The memorial complex in Volgograd is huge, but the crowning jewel is definitely the statue, the Motherland Calls. It was actually modeled after a woman in Volgagrad, legend has it people would recognize her on the street because of the statue. Built in the late 1960’s, the statue is about 85 meters high, and a little under 8,000 tonnes of concrete. Sadly, the statue is leaning and they don’t expect it to be able to lean much farther without collapsing. Go to Volgograd while you can!
Volgograd is also home to what I consider to be the best war museum I have ever seen, the Panorama Museum. The museum gave a very thorough history, and had more war artifacts than I have ever seen in my entire life. We joked that this was because they simply had to pick up the city after the Germans fled. The memorial and museum aside, the entire city stands as a monument to the hardship that WWII brought to Russia and is something everyone should see within their lifetime.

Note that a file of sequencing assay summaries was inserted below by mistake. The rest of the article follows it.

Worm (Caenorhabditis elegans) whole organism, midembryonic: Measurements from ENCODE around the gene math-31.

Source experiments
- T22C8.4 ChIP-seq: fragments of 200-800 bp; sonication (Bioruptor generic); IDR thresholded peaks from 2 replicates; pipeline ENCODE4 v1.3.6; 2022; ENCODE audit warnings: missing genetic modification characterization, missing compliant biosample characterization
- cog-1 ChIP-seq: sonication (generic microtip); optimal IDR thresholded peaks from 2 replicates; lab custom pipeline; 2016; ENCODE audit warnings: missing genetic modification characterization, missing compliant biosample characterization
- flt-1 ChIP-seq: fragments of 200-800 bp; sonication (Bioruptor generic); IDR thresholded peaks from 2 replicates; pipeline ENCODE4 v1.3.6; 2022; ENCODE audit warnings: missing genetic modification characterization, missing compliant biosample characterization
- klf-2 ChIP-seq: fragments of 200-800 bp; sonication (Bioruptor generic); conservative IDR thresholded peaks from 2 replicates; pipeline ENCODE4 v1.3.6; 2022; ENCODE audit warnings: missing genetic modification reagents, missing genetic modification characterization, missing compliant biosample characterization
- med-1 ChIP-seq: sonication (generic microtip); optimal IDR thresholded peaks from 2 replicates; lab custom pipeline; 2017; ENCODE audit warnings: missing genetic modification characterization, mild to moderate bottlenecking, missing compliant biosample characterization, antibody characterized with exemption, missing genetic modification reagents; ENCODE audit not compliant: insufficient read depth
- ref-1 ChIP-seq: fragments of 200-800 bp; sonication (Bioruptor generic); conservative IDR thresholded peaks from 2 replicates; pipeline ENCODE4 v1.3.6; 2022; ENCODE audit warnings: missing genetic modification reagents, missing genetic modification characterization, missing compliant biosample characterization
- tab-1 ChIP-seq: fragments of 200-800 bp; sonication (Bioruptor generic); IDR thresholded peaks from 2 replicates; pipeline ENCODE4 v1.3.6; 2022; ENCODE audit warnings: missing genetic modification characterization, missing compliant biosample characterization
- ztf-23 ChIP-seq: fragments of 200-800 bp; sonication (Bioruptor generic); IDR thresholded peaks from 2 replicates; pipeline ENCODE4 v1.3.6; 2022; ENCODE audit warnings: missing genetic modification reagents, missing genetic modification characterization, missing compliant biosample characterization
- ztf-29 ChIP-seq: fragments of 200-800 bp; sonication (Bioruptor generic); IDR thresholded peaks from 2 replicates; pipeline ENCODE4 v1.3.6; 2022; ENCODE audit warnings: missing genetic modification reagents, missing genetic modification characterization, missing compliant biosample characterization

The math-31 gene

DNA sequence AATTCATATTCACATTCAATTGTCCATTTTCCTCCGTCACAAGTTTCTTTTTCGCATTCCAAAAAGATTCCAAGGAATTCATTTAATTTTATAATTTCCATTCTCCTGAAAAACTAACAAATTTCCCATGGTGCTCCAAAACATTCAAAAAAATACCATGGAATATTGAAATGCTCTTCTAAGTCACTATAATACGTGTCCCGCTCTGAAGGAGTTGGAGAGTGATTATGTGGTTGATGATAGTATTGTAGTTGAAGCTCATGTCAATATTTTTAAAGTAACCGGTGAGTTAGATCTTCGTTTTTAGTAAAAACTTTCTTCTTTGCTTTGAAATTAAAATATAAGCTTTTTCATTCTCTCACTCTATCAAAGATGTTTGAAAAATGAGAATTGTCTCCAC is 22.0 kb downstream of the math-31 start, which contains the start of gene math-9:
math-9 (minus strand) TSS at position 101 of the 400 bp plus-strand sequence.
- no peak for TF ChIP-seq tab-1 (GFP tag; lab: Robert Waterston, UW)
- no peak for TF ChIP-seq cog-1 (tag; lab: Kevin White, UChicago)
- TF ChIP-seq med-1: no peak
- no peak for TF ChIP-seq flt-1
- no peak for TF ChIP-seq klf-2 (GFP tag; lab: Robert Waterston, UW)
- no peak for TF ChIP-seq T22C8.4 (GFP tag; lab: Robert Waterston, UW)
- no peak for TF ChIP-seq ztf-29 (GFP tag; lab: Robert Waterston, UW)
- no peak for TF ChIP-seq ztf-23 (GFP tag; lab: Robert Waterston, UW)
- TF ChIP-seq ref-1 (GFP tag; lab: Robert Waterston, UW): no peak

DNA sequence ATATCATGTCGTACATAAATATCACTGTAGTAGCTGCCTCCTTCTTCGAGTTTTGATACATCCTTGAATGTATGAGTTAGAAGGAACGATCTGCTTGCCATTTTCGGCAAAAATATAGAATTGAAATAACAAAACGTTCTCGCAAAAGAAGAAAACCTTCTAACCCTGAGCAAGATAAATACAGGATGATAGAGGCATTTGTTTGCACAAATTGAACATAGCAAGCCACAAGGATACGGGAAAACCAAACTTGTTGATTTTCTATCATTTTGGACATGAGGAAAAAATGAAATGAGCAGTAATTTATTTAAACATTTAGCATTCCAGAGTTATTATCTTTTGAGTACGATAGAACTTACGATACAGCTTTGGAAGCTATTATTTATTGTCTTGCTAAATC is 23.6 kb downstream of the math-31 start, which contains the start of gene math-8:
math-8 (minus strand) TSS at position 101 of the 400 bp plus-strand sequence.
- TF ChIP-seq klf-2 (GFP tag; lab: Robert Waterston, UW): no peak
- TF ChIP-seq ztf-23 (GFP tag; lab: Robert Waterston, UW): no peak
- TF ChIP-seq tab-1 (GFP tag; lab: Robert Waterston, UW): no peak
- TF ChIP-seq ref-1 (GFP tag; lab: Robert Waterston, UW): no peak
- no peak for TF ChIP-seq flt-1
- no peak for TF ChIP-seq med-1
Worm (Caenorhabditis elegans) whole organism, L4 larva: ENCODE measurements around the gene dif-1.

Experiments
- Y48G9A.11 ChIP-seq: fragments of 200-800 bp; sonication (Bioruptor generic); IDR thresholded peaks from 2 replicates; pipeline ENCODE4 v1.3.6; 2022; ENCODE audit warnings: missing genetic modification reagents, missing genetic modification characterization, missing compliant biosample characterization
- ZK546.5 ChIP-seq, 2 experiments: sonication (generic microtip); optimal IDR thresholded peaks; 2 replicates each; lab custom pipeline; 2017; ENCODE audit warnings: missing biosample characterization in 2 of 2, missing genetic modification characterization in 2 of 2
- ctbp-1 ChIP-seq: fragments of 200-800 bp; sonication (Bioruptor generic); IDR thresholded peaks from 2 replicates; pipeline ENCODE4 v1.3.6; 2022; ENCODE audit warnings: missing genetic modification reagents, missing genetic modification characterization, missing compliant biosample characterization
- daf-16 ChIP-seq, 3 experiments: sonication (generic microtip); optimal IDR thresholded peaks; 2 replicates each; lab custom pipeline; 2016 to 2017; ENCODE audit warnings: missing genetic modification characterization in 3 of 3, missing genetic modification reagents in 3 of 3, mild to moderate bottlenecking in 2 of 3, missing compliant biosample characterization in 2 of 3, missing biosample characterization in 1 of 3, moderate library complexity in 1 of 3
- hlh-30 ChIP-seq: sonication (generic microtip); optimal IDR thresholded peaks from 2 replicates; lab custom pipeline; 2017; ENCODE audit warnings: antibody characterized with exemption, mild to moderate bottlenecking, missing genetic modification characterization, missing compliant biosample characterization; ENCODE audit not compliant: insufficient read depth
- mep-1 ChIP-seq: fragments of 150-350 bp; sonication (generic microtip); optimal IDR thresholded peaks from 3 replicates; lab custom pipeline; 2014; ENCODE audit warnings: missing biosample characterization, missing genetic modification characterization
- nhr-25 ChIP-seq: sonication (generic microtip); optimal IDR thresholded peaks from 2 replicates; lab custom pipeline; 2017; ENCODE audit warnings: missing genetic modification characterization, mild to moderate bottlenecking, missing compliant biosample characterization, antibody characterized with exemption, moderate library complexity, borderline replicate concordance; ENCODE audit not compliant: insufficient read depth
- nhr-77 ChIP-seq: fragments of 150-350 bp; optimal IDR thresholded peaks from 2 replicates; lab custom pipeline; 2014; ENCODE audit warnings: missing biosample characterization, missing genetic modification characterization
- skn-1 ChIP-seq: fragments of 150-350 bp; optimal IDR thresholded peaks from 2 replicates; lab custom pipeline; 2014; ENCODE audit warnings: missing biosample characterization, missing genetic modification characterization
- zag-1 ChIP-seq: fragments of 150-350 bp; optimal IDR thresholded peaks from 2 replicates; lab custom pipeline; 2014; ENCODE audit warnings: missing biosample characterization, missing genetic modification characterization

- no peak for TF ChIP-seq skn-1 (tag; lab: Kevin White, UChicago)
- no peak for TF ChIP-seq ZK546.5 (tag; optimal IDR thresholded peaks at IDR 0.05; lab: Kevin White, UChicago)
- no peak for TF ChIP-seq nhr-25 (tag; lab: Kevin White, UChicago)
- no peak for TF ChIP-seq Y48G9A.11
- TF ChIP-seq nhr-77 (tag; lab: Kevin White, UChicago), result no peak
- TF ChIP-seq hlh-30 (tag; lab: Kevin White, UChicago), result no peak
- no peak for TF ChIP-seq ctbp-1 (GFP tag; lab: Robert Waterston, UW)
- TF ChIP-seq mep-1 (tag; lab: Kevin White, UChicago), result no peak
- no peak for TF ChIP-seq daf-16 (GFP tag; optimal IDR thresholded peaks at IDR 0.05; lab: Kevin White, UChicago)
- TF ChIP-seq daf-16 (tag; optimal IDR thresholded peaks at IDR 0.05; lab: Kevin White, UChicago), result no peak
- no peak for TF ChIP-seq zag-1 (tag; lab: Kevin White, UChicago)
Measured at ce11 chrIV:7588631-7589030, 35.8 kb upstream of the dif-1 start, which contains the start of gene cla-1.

Now that the fun part of the cruise is over, I have a few culture notes to share: Firstly, and most importantly, peers and parents of peers, study abroad is not a vacation nor an excuse to act like a jerk. It is not an opportunity to be loud and obnoxious (like on the train, or worse, at war memorials where people are weeping at graves). Nor is it ever appropriate to stand on someone’s gravestone to take pictures (luckily an older Russian took care of this one, I’m sure if I’d understood everything he’d said to the young man standing on the gravestone my ears would have been on fire). The Americans I saw at the monument (not just my group of students) simply did not know how to behave. It was appalling, so for heaven’s sake please learn from this and have some respect for whatever country you decide to visit. Have fun, enjoy the sites, but respect it.
I guess that’s all for today folks, the Germany v. Russia soccer match is coming on soon and that is not something I want to miss. This week’s song: Счастье@ru by Маркшейдер Кнуст and also Катюша. I would youtube Катюша, it’s one of the most famous Russian songs from WWII, and if you find a translation please don’t be like me and think it’s about a woman, it’s about a bomb (Катюша was the name of a Russian WWII rocket). How very Russian, to write a love song to a bomb.